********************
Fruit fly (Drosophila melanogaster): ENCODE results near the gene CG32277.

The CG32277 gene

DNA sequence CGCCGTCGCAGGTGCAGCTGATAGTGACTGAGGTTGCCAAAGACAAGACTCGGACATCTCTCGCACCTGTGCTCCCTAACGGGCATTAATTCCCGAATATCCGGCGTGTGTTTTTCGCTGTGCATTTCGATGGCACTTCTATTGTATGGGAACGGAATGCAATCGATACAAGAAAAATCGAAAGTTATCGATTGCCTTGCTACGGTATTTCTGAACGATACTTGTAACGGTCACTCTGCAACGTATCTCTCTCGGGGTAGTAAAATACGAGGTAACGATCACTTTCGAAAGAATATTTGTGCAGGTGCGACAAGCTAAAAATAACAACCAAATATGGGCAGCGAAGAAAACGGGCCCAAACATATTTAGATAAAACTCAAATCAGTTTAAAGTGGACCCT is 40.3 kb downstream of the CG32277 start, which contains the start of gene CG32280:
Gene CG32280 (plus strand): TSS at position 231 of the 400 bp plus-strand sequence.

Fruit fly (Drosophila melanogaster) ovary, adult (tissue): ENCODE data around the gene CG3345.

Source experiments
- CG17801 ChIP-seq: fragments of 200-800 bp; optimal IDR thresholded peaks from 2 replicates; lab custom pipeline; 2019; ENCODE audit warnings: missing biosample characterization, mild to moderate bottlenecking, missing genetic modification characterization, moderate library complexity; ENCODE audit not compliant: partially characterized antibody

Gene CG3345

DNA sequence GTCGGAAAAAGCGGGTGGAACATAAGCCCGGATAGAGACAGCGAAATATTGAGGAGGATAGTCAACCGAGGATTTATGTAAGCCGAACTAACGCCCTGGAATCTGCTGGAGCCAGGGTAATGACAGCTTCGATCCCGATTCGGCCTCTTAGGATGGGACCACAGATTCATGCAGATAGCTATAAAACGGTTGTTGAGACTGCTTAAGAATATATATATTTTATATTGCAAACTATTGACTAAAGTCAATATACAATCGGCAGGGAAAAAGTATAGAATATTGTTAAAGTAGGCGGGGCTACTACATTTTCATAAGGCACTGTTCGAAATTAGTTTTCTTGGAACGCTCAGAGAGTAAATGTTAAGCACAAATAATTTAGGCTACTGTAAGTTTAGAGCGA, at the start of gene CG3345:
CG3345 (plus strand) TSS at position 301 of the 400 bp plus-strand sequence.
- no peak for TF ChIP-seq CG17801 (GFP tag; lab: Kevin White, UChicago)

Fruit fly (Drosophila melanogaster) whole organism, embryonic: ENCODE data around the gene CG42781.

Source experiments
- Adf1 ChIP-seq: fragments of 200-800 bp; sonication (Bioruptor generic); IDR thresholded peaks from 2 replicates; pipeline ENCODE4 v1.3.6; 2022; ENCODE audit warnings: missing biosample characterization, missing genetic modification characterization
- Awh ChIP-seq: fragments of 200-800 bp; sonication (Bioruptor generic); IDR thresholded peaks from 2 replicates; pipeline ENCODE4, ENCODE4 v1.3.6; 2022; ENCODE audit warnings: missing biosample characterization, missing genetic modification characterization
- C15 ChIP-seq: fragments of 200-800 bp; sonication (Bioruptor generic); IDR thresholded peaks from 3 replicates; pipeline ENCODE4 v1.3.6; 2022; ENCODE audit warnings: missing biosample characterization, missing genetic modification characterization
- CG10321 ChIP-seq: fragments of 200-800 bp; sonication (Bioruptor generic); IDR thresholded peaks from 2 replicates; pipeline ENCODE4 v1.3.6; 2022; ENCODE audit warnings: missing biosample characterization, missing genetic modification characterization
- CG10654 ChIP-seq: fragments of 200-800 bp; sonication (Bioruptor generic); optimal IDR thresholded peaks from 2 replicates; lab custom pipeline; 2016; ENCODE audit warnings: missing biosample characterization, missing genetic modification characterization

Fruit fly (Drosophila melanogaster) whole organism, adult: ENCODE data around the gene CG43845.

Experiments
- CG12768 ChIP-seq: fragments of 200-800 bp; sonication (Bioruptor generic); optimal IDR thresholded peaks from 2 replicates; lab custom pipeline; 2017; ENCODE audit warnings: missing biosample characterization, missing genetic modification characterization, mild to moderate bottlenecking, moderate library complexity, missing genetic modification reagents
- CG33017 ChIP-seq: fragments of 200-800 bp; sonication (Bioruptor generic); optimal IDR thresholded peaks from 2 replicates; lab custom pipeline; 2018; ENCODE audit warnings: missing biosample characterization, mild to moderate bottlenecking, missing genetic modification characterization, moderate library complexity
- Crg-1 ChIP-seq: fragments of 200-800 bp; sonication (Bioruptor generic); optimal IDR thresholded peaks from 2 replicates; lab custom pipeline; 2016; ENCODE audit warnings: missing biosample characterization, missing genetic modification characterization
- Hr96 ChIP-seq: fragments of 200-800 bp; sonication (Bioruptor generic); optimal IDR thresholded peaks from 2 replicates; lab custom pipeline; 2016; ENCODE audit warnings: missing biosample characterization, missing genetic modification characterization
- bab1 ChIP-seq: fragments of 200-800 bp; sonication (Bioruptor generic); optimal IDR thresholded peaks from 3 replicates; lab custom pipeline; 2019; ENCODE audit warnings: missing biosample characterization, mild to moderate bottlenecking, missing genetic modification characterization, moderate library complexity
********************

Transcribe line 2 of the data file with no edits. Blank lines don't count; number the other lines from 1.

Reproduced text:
The CG32277 gene